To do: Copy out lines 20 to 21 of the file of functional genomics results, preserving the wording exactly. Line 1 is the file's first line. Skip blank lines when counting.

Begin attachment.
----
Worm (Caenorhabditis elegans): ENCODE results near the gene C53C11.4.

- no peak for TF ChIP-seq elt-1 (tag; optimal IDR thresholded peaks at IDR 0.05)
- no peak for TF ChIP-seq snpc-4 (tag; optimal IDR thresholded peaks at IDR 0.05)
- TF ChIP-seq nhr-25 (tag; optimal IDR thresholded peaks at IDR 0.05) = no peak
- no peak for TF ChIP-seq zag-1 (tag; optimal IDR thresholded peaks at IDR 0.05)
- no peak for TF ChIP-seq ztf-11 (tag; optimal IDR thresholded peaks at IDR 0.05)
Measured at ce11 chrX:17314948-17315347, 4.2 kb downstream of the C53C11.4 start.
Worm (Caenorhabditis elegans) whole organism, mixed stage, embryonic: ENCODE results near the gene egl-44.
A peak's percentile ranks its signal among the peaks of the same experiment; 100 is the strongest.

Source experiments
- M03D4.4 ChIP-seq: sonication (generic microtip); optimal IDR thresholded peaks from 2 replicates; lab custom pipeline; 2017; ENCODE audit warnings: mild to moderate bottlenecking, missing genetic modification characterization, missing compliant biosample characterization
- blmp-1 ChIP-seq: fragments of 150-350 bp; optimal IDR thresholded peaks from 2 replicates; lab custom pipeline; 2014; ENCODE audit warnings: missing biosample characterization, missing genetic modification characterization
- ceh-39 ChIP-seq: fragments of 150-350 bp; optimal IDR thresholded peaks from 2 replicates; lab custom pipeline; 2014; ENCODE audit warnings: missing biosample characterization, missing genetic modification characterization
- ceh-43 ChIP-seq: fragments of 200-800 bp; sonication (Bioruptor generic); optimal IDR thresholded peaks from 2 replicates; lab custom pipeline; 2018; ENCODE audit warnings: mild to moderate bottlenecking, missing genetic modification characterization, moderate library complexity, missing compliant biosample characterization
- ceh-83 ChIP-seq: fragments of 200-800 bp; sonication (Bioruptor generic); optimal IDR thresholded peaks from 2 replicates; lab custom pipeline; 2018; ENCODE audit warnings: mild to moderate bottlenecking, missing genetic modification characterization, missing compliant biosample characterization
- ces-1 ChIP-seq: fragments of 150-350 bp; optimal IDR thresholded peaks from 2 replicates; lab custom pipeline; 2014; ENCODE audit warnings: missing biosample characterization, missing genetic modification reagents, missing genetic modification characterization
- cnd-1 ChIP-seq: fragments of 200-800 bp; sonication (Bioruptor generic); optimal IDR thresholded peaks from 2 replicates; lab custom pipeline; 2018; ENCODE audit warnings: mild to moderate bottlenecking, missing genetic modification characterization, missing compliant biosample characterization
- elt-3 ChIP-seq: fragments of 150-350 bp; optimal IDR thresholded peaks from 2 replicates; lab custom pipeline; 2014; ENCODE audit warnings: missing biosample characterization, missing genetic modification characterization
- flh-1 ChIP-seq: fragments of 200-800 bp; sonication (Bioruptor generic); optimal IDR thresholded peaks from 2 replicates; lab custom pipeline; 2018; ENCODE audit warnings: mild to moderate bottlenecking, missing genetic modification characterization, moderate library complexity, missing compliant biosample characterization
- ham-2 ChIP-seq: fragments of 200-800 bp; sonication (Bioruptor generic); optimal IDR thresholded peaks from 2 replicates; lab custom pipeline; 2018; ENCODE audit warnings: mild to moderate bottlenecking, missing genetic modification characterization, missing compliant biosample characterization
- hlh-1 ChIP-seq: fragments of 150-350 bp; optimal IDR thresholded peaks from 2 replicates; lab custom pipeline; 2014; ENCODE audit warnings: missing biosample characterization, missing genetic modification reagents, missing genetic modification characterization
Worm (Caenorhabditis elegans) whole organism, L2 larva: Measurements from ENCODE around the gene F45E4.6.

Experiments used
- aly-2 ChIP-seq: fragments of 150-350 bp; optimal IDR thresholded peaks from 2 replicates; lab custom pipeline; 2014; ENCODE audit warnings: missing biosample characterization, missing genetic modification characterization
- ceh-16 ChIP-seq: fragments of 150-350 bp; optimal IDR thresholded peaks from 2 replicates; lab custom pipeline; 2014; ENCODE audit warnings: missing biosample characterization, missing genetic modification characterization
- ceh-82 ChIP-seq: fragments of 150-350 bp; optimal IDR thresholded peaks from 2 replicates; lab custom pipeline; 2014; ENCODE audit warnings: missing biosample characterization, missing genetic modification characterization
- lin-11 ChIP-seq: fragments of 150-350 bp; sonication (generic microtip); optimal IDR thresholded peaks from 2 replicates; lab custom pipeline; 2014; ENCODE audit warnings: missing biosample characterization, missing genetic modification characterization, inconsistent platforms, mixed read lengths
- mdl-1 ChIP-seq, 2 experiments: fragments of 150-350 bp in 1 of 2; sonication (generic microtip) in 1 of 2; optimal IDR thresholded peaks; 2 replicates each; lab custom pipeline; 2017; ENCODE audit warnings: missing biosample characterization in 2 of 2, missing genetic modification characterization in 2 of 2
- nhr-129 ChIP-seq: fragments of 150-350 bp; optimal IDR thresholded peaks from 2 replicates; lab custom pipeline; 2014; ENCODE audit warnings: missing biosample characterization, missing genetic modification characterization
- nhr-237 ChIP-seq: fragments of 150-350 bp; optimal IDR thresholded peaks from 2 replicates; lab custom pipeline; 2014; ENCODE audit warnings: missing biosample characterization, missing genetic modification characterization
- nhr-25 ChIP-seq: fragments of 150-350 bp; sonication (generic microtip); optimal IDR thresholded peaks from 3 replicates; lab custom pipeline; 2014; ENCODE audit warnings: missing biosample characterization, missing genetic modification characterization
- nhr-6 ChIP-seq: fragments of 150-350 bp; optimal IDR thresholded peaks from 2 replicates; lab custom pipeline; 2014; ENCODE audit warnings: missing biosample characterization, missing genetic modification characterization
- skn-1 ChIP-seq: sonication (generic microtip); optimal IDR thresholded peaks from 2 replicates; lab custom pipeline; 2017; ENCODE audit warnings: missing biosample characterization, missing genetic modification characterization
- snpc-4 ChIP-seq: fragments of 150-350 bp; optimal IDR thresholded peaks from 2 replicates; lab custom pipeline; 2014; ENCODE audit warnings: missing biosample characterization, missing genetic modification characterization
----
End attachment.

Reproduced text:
- ham-2 ChIP-seq: fragments of 200-800 bp; sonication (Bioruptor generic); optimal IDR thresholded peaks from 2 replicates; lab custom pipeline; 2018; ENCODE audit warnings: mild to moderate bottlenecking, missing genetic modification characterization, missing compliant biosample characterization
- hlh-1 ChIP-seq: fragments of 150-350 bp; optimal IDR thresholded peaks from 2 replicates; lab custom pipeline; 2014; ENCODE audit warnings: missing biosample characterization, missing genetic modification reagents, missing genetic modification characterization